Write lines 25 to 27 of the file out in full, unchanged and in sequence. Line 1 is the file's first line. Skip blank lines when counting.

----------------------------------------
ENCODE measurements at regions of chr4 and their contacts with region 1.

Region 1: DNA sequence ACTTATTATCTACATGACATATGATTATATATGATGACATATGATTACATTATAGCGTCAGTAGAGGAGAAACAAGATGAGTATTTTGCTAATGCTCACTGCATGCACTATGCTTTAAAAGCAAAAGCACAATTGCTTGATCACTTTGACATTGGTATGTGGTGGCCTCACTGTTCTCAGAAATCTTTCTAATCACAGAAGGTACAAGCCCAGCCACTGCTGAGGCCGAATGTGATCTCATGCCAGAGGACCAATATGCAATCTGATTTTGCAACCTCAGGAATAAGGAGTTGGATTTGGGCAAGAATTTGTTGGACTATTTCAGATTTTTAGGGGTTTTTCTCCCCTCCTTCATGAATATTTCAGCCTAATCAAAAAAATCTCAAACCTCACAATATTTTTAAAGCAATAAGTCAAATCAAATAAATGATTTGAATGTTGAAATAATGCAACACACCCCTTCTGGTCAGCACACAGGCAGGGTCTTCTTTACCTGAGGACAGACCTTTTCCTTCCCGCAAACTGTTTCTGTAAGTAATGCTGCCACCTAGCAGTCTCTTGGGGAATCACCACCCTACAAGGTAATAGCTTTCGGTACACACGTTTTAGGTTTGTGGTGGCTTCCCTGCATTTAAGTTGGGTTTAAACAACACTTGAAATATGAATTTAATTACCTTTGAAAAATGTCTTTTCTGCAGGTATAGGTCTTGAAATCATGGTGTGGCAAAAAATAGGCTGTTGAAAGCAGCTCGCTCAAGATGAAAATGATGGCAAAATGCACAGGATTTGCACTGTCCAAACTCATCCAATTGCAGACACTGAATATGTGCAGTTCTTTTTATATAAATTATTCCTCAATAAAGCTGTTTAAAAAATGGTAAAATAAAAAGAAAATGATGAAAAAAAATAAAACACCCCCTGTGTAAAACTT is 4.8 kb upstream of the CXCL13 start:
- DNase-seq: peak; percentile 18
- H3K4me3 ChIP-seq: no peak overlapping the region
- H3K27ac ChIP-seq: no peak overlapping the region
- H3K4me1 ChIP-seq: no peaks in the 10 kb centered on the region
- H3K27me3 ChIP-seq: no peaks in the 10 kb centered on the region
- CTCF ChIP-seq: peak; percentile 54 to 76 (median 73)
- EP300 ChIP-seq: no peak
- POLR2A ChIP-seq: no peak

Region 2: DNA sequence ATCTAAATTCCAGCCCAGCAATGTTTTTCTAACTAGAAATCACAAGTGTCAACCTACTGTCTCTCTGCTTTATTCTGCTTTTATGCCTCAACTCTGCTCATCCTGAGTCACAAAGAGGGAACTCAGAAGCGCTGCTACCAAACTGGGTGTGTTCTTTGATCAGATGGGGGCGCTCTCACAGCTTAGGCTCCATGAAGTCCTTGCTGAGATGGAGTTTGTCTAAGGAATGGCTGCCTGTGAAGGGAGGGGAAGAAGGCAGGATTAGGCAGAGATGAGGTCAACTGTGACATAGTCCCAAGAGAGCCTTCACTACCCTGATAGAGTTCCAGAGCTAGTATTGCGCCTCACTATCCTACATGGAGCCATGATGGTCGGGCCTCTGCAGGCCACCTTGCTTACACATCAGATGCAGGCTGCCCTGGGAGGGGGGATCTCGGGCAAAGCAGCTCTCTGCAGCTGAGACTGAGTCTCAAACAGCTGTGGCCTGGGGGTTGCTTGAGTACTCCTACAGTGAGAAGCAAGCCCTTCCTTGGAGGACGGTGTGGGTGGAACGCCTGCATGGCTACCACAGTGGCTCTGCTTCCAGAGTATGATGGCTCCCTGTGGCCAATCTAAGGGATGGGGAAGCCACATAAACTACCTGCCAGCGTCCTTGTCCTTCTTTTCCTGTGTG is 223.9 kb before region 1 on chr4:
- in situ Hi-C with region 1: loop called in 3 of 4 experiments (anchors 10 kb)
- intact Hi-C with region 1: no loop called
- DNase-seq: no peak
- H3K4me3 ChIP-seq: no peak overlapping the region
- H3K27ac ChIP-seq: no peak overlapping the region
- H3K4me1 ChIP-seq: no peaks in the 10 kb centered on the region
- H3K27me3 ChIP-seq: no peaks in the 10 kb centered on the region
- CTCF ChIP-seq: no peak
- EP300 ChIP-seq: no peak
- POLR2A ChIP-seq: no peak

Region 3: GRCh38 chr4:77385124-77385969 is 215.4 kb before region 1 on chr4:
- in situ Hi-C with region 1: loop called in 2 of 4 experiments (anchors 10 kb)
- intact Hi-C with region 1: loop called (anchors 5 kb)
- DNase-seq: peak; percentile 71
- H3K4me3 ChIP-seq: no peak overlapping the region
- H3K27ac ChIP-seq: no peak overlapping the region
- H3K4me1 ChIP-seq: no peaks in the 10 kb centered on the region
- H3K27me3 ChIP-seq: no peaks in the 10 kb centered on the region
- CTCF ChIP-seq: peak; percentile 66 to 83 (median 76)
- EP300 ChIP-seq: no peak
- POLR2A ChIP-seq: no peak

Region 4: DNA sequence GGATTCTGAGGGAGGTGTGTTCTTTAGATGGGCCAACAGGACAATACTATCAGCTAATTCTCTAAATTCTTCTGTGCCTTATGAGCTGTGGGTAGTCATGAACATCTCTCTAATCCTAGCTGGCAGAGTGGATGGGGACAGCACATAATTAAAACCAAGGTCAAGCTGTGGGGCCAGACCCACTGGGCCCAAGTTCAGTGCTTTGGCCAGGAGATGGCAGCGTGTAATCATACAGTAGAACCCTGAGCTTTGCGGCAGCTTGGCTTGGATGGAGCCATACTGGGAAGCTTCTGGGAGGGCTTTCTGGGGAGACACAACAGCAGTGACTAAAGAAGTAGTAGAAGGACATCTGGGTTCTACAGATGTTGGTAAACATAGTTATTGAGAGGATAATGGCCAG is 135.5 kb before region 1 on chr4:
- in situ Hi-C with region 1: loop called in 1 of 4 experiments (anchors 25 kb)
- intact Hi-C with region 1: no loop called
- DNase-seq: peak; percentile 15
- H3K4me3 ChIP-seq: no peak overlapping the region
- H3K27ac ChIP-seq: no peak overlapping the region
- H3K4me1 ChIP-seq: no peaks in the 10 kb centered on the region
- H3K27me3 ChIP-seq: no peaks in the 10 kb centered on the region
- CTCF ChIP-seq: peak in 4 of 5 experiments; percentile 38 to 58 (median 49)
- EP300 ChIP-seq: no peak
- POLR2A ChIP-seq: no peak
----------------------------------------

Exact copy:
- DNase-seq: peak; percentile 71
- H3K4me3 ChIP-seq: no peak overlapping the region
- H3K27ac ChIP-seq: no peak overlapping the region